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LAST_UPDATEThu, 23 Nov 2017 7pm

Everyone Knows Cars Are Overpriced In Malaysia, So What's New?

Cars are very expensive in Malaysia - in fact we’re the second most expensive place in the world to buy cars, right behind Singapore according to motoring magazine Jalopnik. Malaysians have lived with this unnatural burden for decades, so what's new?

A ray of hope had emerged on the horizon when the National Automotive Policy 2014 (NAP) was announced in 2012 ahead of the 13th General Election promising a gradual reduction in car prices through 2017. Today, we are already in the 3rd quarter of 2015 but cars are still prohibitively expensive when factored into the cost of living in Malaysia.

For a long time, our overpriced cars were somewhat offset by our heavily subsidised fuel system as well as subsidies in essential daily items which are now gradually being removed. So Malaysians risk having to pay for both higher fuel prices and cost of living in addition to overpriced cars unless the government pursues the objectives of the NAP 2014 more aggressively.

But Why Are The Cars So Expensive?

The price of a car is determined by its manufacturer, taking into consideration various factors and market forces. In Malaysia, no import duty is imposed for cars originating from Asean countries, while 30% import duty is imposed on vehicles imported from non-Asean countries.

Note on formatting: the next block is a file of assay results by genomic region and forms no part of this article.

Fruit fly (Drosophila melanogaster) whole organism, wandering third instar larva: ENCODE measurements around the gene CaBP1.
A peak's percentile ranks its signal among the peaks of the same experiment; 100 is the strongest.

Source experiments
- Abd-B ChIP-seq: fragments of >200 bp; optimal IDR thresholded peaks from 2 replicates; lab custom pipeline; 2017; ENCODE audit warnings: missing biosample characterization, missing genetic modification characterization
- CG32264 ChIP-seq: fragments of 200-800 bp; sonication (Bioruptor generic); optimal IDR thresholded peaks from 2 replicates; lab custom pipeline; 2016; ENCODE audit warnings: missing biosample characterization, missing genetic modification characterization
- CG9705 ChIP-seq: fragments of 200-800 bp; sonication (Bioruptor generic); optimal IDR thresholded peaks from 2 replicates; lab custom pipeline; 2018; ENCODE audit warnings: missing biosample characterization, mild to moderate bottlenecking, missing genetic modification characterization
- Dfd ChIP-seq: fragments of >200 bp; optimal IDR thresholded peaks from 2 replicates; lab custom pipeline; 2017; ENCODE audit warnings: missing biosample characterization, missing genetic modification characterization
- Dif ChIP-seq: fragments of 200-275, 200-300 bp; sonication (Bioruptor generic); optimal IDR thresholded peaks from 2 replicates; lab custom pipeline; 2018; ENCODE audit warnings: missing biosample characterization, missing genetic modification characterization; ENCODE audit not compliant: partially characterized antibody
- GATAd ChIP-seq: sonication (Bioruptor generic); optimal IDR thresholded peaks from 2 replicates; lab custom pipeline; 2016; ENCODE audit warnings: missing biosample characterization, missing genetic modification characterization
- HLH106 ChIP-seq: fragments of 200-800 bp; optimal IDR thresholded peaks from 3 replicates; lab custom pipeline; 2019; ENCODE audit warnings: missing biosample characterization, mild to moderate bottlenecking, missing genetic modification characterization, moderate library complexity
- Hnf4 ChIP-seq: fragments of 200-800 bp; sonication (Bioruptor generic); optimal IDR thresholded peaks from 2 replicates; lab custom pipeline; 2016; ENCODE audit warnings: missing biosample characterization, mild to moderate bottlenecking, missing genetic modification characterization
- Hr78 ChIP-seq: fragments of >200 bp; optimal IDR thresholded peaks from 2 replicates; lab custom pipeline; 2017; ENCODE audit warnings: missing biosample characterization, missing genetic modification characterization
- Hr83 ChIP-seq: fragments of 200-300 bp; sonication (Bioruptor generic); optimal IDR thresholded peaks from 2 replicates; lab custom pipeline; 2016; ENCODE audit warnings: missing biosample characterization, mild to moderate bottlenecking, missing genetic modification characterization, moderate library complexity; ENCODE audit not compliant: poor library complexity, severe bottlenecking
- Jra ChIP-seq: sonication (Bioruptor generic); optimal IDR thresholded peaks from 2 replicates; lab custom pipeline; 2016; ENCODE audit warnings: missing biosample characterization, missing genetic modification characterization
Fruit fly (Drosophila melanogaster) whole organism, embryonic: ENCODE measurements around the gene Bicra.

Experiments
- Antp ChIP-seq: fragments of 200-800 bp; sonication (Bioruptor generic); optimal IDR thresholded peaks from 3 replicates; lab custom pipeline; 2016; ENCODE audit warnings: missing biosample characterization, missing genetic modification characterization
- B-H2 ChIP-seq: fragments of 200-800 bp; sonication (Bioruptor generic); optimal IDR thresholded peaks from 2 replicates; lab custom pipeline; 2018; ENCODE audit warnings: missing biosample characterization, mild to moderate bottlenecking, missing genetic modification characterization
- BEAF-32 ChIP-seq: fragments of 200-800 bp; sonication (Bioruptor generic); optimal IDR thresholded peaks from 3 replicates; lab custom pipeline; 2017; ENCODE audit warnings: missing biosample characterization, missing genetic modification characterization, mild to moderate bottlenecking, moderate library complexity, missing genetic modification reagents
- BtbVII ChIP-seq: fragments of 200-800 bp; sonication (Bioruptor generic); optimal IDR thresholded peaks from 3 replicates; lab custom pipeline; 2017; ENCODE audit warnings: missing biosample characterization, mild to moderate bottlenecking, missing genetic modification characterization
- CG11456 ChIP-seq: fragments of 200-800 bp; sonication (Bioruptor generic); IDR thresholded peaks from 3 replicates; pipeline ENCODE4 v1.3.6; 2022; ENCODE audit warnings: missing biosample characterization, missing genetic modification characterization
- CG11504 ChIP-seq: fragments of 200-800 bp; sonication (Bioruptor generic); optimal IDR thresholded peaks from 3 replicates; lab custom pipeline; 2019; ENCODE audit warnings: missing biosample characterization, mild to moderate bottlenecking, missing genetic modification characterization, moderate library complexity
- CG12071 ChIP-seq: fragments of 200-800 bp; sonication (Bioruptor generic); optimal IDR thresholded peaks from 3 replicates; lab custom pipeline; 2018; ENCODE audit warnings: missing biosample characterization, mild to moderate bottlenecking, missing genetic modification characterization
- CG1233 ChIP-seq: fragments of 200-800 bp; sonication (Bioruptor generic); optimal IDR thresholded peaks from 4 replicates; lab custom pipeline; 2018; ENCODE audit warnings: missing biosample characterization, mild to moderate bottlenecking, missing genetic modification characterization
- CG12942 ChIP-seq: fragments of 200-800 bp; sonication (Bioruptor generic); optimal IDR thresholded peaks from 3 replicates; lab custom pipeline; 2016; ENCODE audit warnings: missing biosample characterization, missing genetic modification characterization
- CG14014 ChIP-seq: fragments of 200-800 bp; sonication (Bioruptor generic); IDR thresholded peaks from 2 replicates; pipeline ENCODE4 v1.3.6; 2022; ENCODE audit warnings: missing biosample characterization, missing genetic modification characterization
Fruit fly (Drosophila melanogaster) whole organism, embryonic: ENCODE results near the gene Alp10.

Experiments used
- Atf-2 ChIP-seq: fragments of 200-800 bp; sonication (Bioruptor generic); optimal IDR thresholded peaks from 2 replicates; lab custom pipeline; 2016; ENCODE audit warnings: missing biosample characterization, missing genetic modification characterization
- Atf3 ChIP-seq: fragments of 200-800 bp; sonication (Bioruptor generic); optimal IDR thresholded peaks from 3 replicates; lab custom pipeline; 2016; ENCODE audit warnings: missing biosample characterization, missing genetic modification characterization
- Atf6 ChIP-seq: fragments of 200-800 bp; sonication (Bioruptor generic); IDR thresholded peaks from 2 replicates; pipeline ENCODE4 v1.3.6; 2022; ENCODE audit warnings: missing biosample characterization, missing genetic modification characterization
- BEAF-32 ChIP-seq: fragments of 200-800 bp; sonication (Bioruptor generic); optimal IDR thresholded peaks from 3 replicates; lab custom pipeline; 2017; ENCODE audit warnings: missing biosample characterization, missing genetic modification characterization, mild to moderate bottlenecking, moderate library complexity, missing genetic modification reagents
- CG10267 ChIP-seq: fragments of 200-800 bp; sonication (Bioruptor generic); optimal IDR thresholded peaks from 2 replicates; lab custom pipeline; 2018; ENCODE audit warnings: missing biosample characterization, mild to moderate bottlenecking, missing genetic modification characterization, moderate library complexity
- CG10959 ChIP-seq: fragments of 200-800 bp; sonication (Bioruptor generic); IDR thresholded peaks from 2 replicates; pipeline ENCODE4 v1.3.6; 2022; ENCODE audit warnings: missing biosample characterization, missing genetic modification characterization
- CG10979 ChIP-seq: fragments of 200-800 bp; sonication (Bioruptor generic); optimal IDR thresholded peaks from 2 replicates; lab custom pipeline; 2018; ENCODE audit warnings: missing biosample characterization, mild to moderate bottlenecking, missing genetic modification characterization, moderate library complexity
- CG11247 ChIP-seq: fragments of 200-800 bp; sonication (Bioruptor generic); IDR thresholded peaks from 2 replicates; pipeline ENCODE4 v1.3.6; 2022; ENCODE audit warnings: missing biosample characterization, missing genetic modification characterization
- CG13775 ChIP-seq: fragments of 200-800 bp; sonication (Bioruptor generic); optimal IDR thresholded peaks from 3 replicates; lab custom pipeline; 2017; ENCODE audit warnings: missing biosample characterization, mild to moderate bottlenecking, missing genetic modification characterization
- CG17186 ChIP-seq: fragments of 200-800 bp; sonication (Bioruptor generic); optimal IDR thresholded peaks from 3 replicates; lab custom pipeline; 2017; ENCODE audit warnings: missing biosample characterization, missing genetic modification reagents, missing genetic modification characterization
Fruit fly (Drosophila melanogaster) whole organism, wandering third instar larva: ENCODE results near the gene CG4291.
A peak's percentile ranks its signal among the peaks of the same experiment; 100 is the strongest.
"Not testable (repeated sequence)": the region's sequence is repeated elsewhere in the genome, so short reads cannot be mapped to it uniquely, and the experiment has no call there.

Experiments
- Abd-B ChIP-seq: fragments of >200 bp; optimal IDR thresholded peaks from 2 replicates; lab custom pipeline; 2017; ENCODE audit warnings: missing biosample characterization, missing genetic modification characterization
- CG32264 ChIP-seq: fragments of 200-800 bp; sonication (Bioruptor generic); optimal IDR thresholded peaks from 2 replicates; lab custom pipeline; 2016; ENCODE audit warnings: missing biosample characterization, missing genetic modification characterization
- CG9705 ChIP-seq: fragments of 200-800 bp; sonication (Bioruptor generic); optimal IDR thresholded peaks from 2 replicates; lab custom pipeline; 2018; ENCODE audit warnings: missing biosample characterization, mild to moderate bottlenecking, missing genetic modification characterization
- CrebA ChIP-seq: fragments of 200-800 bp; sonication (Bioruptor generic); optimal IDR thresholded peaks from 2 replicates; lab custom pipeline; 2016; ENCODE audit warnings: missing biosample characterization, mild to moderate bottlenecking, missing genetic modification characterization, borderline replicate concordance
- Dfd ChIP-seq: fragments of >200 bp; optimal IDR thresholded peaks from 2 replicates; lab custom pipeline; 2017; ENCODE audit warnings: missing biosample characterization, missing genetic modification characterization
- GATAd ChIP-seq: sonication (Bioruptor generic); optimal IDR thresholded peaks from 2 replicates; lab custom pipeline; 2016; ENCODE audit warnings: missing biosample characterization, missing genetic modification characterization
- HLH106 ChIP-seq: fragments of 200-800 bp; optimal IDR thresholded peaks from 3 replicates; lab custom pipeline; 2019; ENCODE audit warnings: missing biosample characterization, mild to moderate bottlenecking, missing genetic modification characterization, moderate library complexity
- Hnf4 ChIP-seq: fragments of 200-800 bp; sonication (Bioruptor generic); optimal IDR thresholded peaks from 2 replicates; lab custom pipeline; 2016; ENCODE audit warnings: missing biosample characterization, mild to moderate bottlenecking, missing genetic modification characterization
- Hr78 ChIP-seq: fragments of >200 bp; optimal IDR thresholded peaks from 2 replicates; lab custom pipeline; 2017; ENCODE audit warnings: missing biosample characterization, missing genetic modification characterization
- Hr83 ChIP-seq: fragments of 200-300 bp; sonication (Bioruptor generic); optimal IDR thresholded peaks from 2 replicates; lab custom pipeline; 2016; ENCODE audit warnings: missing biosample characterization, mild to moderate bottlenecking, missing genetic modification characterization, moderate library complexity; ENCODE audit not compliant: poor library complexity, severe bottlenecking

Car prices are further escalated by the tax rate and excise duty imposed. According to Malaysian Automotive Association (MAA), the excise duty imposed on cars ranges from 65% to 105%, on top of the 10% sales tax.

According to the Estimates of Federal Government’s Revenue for the Year 2014 by the Ministry of Finance, Malaysia, the import duty collected on motor cars for 2013 is estimated RM2,417 million compared to 2012 at RM2,282 million.

Below is a price comparison of Malaysian and global car prices for the years 2008-2010.

Abolishing Taxes Is The Obvious Solution But Not Politically Or Economically Viable To Stakeholders

Qhalis Najmi is the editor and automotive journalist at trafficmagonline.com and founder of Thenewaddiction|Autography, and he drives an Audi S4.

He believes that taxes are the biggest problems and should be abolished.

“For whatever you're paying now for your car loan at RM70,000 - 90,000, if there were no taxes you can get those at the price of RM30,000. That means the Toyota Vios, Mazda 2, Toyota Hilux, Ford Ranger and the Honda City would cost cheaper than a Myvi.